President-elect Barack Obama has made an outstanding move in naming Leon E. Panetta to reform the beleaguered Central Intelligence Agency. Mr. Panetta is a savvy and sophisticated political operative who was a consumer of intelligence as chief of staff in the Clinton White House in the 1990s. He is a former director of the Office of Management and Budget who understands the need for cost-cutting in the intelligence community. And as a former member of the Iraq Study Group, Mr. Panetta knows how the Bush administration and the CIA corrupted the intelligence process to take the country into an unnecessary war seven years ago.
The argument against Mr. Panetta is that he is not an intelligence insider, but that is more virtue than vice. Intelligence insiders have done little over the past two decades to prevent intelligence failures. They failed to understand the decline of the Soviet Union because the process had been politicized by William J. Casey and his deputy, Robert M. Gates. They failed to provide strategic warning of the 9/11 attacks, and they permitted the corruption of key intelligence products in the run-up to the Iraq war. Intelligence insiders, moreover, were responsible for enthusiastically endorsing such CIA practices as torture and abuse, extraordinary renditions and secret prisons. Mr. Panetta was not a part of this history.
To function effectively, Mr. Panetta must understand certain truths about the CIA.
First, he would be moving into a political culture that has been dominated by the cover-up of key intelligence failures. No CIA officer was punished or even reprimanded for producing spurious intelligence products such as the National Intelligence Estimate on Iraqi weapons of mass destruction that was released shortly before the congressional vote in October 2002 to authorize force against Iraq. CIA leaders at the highest level drafted then-Secretary of State Colin L. Powell's address to the United Nations, which made the phony case for war to an international audience only six weeks before the invasion. And CIA officers continue to resist the efforts of Republican Rep. Peter Hoekstra of Michigan to expose the cover-up of the shoot-down of a private plane in Peru that led to the death of a missionary worker in South America.
Second, the 9/11 intelligence failure was not the result of institutional problems with information sharing; rather, it was the result of sloppiness and incompetence in the sharing of key information. More than 50 analysts and operatives from the CIA, the FBI and the National Security Agency had access to information that key al-Qaida operatives had entered the United States, but none of these individuals took the necessary action to pass the information along - even though there were well-defined mechanisms for doing so. Mr. Panetta must seek to re-establish the CIA's role in strategic analysis and create a well-managed and more disciplined cadre to ensure that information is being handled properly.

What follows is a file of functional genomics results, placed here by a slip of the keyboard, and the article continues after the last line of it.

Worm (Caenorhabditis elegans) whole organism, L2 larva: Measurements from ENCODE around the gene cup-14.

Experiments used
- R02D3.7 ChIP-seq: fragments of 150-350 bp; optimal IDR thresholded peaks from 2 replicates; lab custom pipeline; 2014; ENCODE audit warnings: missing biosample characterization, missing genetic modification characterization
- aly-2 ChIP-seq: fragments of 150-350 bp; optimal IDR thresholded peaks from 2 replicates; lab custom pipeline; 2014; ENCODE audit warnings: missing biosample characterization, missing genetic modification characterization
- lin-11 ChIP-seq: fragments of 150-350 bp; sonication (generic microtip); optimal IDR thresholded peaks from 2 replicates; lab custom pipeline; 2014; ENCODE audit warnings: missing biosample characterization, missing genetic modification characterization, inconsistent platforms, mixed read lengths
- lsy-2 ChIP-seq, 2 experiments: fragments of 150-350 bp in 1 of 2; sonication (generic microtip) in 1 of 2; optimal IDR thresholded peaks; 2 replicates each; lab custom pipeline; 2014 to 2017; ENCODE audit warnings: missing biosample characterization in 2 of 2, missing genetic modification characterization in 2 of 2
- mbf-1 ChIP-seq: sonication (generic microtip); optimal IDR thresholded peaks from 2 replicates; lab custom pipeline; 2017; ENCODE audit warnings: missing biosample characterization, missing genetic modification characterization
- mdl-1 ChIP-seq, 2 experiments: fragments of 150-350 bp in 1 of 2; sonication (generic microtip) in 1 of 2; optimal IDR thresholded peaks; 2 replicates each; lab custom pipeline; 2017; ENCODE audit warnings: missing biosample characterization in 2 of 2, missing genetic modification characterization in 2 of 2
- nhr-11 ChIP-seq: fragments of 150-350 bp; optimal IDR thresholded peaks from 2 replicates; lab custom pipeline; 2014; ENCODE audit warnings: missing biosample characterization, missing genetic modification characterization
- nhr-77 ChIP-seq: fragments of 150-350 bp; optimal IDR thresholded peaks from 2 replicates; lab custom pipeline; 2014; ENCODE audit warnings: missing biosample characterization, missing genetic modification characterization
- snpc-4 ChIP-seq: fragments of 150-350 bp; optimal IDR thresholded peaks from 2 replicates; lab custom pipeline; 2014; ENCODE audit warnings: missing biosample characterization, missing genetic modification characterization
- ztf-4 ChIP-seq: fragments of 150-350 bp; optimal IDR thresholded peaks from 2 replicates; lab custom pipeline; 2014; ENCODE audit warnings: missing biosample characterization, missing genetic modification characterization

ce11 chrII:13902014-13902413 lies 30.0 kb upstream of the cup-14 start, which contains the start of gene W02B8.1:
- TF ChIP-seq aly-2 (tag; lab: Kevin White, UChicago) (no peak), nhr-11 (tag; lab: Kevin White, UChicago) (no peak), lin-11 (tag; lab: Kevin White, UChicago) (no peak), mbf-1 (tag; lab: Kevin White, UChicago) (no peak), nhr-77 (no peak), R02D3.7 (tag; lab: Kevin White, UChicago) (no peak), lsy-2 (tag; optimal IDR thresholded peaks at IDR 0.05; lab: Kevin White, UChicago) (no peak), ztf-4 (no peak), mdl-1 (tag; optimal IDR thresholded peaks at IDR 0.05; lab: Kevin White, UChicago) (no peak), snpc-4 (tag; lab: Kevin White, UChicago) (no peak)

Finally, Mr. Panetta needs to understand that the creation of a director of national intelligence in the wake of the 9/11 intelligence failure has led to a more centralized system of intelligence that stifles creative thinking and runs the risk of more politicized intelligence. The director, moreover, lacks the bureaucratic clout to challenge the Pentagon's control of key intelligence agencies. But by naming a retired admiral with limited experience to be the next director, Mr. Obama may have decided to downgrade the position of the so-called intelligence czar.
After three uninspired selections in the field of international security (Mr. Gates as secretary of defense, Hillary Clinton as secretary of state and retired Marine Gen. James L. Jones as national security adviser), the naming of Mr. Panetta offers the promise of genuine change. But Mr. Panetta must touch base with key critics of the intelligence community - such as members of the 9/11 commission, key staff members of congressional oversight committees, and the CIA's own inspector general - who are in a position to offer outside-the-box thinking on what the CIA should be and what it should do.
Melvin A. Goodman, senior fellow at the Center for International Policy, is a 24-year veteran of the CIA's intelligence directorate and the author of "Failure of Intelligence: The Decline and Fall of the CIA." His e-mail is firstname.lastname@example.org.